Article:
San Francisco now mandates the retrofitting of buildings with “soft stories” to make them sound in the event of an earthquake. “Soft story” refers to the first floor of certain wood-frame buildings that are weaker and more flexible than the stories above. (Typically, these are floors with garages or open commercial spaces, and they are particularly vulnerable to severe damage and collapse.)
San Francisco saw significant damage to its housing inventory due to unsupported soft-story buildings during the 1989 Loma Prieta earthquake. The Dept. of Building Inspection estimates that soft stories were responsible for 7,700 of the 16,000 units rendered uninhabitable by Loma Prieta. Even following repairs, a significant portion of San Francisco structures exist on what would be considered vulnerable “liquefaction zones” by the U.S. Geological Survey.
To safeguard against this kind of destruction in the future, San Francisco adopted a voluntary compliance program in 2010 (Ordinance 54-10, signed into law by then Mayor Gavin Newsom). San Francisco adopted its current mandatory retrofit program (via Ordinance 66-13) to meet California’s goals of addressing soft story hazards by 2020, believing that “a resilient city is a city that can rebound from a natural disaster and quickly resume normal function”.
The Mandatory Seismic Retrofit Program:
San Francisco’s mandatory seismic retrofit program applies to 3+ story buildings with five or more dwelling units built before 1978. DBI has notified owners of buildings affected by the mandatory seismic retrofit program. These buildings fall within one of four “compliance tiers”, which set the dates of permitting and completion of work.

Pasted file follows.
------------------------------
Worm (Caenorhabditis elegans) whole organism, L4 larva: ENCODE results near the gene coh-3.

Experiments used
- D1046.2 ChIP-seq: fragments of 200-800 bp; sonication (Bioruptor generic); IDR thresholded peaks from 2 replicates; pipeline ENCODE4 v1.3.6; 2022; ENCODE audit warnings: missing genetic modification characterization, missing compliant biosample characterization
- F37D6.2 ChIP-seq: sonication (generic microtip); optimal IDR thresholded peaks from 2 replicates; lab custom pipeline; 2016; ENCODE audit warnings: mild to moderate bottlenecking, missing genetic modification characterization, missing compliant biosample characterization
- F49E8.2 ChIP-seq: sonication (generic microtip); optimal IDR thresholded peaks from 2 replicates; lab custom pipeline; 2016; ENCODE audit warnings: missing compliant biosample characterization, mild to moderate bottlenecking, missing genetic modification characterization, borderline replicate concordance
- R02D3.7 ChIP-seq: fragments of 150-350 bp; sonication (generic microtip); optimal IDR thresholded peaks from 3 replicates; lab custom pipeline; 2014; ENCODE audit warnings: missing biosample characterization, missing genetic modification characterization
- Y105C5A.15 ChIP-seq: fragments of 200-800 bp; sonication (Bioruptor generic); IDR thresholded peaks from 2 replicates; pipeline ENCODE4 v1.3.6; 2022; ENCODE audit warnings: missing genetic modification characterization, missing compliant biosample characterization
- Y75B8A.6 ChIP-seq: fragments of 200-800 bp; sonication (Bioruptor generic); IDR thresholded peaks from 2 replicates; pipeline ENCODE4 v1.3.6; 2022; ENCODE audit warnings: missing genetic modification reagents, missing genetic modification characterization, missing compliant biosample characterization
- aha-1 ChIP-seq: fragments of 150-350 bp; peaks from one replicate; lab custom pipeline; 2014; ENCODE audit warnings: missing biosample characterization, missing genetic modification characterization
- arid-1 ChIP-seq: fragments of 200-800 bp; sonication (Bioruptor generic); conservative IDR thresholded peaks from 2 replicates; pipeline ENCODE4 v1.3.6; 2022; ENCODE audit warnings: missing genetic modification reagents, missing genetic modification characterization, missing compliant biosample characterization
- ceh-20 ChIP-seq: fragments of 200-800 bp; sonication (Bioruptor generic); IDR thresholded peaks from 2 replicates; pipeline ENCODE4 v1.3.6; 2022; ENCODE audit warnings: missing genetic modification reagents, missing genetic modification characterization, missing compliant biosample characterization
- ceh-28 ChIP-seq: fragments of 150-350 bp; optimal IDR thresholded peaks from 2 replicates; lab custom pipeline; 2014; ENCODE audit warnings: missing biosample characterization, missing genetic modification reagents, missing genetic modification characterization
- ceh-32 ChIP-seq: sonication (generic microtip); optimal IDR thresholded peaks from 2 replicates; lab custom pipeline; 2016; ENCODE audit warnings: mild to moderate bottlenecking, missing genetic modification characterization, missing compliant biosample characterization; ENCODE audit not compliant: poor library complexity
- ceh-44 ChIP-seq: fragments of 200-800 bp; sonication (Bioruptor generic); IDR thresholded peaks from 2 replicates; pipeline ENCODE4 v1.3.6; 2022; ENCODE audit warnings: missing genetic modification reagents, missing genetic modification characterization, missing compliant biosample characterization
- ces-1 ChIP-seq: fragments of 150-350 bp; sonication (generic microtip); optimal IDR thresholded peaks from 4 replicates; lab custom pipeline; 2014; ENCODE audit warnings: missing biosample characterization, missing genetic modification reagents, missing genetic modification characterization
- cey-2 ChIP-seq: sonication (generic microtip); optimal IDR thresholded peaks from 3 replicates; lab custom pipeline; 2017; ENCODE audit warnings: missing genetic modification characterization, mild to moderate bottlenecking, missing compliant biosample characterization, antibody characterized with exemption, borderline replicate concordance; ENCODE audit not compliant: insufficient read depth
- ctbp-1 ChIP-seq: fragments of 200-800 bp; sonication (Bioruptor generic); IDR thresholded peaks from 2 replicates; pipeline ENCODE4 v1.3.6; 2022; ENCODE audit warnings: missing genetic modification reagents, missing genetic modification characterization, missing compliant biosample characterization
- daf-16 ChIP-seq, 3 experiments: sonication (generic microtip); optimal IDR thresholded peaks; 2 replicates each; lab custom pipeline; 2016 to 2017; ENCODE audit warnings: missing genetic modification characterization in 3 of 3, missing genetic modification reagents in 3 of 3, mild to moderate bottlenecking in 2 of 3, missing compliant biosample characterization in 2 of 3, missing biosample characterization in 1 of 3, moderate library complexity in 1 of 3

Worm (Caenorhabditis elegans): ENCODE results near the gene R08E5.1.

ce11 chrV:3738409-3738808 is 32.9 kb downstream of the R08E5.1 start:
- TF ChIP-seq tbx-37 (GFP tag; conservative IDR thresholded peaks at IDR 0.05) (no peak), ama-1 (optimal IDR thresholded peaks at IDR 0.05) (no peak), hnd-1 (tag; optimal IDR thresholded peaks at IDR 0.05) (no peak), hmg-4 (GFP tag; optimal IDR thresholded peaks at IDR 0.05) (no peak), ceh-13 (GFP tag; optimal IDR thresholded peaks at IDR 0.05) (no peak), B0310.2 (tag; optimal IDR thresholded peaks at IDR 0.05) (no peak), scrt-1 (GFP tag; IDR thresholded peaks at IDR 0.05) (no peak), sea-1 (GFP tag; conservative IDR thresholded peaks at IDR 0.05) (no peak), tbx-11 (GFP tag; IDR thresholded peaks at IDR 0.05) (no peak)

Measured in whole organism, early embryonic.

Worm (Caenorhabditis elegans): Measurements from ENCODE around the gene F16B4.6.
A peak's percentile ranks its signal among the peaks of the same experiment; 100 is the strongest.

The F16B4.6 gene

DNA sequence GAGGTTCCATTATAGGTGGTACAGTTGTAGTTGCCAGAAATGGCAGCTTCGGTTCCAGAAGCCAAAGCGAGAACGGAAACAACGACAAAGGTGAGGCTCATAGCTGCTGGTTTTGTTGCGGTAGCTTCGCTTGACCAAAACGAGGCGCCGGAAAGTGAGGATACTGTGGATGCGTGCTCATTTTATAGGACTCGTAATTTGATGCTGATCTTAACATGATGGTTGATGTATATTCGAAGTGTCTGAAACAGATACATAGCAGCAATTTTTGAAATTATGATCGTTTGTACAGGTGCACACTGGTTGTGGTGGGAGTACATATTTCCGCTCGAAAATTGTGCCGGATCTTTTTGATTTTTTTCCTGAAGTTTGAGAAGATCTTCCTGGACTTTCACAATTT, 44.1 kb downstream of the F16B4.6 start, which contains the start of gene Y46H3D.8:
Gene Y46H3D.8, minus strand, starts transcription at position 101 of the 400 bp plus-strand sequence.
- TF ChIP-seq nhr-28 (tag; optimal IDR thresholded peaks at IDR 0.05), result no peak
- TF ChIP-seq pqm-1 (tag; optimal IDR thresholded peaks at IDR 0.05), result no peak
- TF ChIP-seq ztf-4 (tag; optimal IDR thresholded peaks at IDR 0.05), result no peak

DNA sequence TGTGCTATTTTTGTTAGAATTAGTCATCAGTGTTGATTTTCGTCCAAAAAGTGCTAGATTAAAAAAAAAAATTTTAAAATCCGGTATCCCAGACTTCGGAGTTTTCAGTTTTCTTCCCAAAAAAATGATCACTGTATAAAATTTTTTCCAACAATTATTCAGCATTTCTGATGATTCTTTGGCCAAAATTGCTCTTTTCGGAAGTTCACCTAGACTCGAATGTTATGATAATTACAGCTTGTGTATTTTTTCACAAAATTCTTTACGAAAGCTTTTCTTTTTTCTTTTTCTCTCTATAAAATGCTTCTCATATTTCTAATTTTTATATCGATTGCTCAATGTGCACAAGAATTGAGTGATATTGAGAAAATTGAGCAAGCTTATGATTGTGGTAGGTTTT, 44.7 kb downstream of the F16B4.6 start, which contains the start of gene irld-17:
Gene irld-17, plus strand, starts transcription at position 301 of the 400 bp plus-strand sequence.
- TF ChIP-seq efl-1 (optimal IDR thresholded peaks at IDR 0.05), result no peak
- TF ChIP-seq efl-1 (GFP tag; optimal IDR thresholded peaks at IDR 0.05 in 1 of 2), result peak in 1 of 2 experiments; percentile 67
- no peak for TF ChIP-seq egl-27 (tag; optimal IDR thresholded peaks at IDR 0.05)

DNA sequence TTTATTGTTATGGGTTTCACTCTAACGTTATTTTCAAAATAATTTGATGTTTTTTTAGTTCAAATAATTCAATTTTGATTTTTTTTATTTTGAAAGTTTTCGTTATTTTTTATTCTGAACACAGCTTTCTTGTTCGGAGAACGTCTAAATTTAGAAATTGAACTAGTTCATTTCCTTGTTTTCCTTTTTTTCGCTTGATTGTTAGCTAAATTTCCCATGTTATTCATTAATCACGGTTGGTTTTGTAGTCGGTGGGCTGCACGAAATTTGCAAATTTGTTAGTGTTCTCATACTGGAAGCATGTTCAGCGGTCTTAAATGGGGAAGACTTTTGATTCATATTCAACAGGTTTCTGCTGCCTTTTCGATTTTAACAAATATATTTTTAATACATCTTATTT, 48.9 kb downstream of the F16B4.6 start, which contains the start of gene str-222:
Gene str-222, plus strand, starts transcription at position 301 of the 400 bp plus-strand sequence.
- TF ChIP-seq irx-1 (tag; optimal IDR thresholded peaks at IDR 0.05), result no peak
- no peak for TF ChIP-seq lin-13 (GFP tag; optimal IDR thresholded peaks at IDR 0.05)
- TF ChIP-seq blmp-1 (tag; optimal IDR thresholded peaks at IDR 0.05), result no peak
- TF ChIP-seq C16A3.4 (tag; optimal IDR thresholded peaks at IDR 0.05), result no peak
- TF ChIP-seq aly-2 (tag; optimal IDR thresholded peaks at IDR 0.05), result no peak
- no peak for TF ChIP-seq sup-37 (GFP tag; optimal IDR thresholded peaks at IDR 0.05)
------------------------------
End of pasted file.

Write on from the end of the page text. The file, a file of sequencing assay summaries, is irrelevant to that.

As San Francisco applies rent/eviction controls to all multi-unit buildings completed before June 13, 1979, seismic retrofit work on pre-1978 buildings will necessarily engage rent and eviction control regulations in one of two ways:
First, where landlords are required to terminate entire tenancies in order to perform seismic retrofit work, they may temporarily terminate these tenancies under one of the Rent Ordinance’s “just causes” for eviction for temporary capital improvement work. Second, where the landlord only needs access to garage/storage areas, they will need to temporarily sever any affected “housing services” connected with the rental unit.
Terminating the Tenancy:
Rent Board Rule 12.15 allows temporary capital improvement (TCI) evictions, where the work would make the rental unit hazardous, unhealthy and/or uninhabitable during the work. If the seismic retrofit work will disrupt the use of a rental unit to this level, then the landlord will need to terminate the tenancy before commencing work.
To perform a TCI eviction, the landlord will first need to obtain permits for the seismic retrofit work. If the work will take longer than 3 months, the landlord must also first file a petition with the Rent Board (Form 535) for an extension of time to complete capital improvements. The landlord then must serve a notice of termination of tenancy (usually a 60-day notice), and if the tenant does not vacate, the landlord must evict them.